Friday, January 15, 2016

Internships for Humanities Students

Douglas Baker, the president of Northern Illinois University, has recently urged university faculty and staff members to help students find internship opportunities. His announced goal is an internship for every student.

Dr. Baker has a background in business education, where internships have been shown to help students trained in specific business skills to find jobs. I have observed that engineering and computer science students can also often find internship opportunities in the private sector.

But what of humanities students?

They do not develop the types of specific skills (i.e., accounting, computer programming) that allow them to provide a business or organization providing an internship opportunity with an immediate contribution. In many cases educators have traditionally thought of humanities majors as training for executive work, because they teach the general critical-thinking skills needed to think strategically. That idea seems to be very much under siege now.

I presently work with NIU's Digital Convergence Lab to provide students with opportunities to explore how digital scholarship technology like text-mining and Geographic Information Systems (GIS) can facilitate new types of humanities work. I am about to start on my second such experiential learning activity his semester.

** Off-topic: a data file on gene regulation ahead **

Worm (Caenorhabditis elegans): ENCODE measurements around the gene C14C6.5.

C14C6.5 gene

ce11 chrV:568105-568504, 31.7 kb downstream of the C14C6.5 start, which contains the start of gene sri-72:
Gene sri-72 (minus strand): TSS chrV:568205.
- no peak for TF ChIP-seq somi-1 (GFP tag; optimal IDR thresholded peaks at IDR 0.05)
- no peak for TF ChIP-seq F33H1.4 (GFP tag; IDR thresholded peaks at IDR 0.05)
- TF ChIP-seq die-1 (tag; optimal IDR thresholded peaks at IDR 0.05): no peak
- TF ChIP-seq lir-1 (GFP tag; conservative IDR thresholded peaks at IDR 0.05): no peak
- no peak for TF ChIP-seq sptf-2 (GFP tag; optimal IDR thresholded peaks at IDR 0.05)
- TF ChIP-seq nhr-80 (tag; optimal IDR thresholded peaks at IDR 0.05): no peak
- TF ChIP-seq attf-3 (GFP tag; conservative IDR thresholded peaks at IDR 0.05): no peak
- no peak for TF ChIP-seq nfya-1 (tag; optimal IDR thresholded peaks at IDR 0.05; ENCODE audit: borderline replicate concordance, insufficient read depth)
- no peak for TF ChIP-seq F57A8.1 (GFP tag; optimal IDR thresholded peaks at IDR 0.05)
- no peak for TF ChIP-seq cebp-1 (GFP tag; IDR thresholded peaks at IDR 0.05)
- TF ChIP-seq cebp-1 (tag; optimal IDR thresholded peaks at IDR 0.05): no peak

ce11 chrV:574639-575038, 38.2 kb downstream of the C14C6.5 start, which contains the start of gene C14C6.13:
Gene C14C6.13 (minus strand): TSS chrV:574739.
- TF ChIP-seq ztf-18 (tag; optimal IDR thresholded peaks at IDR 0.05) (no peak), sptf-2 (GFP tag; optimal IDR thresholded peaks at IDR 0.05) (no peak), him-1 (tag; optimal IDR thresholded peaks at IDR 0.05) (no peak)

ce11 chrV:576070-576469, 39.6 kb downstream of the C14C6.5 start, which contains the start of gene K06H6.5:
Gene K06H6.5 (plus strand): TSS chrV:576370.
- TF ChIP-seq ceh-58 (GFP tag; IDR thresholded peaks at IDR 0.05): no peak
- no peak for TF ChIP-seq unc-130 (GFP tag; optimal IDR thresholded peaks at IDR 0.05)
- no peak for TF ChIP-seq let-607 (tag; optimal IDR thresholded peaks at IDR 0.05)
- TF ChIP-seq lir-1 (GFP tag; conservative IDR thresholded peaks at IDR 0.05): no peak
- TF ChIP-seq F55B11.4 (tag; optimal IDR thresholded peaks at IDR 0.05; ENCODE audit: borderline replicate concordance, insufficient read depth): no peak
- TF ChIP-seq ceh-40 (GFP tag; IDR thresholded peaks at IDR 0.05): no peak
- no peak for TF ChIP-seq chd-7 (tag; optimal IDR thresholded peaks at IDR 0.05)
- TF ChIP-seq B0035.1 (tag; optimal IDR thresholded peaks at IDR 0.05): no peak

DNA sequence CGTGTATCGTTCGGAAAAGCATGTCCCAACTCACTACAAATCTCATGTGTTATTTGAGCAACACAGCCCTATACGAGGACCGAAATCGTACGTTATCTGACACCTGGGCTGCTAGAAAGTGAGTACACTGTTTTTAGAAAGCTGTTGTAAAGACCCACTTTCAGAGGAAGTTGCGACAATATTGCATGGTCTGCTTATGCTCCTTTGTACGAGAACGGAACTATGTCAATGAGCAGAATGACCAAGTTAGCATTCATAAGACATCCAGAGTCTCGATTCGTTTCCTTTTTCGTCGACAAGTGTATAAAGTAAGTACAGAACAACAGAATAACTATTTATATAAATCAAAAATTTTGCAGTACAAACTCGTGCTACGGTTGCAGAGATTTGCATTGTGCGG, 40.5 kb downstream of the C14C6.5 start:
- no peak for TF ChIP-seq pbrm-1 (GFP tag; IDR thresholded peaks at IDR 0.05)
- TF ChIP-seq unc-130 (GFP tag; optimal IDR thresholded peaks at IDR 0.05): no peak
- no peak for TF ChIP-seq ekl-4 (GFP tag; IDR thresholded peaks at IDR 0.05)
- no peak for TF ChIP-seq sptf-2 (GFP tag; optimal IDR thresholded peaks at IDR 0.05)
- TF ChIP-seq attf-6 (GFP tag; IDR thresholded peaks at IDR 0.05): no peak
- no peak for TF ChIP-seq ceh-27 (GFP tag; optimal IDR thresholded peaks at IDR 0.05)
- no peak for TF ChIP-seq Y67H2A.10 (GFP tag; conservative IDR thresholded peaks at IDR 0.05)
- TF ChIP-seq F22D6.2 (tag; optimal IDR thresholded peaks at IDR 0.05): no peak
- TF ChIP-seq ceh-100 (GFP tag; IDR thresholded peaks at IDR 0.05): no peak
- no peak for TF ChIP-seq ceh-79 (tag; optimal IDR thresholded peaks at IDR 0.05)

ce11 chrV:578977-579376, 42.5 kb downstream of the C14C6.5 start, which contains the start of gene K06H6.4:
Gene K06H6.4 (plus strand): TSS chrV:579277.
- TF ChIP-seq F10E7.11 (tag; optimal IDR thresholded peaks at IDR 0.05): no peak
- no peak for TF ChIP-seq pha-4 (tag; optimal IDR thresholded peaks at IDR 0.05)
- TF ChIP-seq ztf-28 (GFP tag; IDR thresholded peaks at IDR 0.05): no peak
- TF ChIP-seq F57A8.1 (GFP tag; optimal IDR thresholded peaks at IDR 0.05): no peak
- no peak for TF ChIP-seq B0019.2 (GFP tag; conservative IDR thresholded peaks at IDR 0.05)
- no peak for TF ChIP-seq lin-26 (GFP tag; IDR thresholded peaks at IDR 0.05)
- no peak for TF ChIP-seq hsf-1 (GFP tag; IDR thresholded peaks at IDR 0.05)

To date we have had trouble attracting interested humanities students, while computer science majors have been more interested in taking part.

I intend to spend this semester introducing humanities faculty members and administrators at NIU to the idea of digital humanities as internships for humanities majors.

I certainly do not intend to claim that participation in a single experiential learning activity devoted to text-mining or GIS will enable a Philosophy major to go out and get a job using that technology.

I do intend to introduce humanities faculty and students to the idea of working with source materials at scale, however.  

This type of work increasingly makes up a very important, even crucial, part of any relatively large business or organization's administrative activities.

At present most humanities majors or graduate students do something like this: read a specific number of texts very closely, then write a paper identifying and discussing a theme within them.

This may prepare individuals for law school, but in an age of big data, it may seem positively archaic to most employers.

If humanities students can become acquainted with how to work with data - any data - at scale, they will have benefited from such an internship. Even if they cannot master the technology in a semester, humanities students can begin to understand what types of questions the technology can help them to ask.

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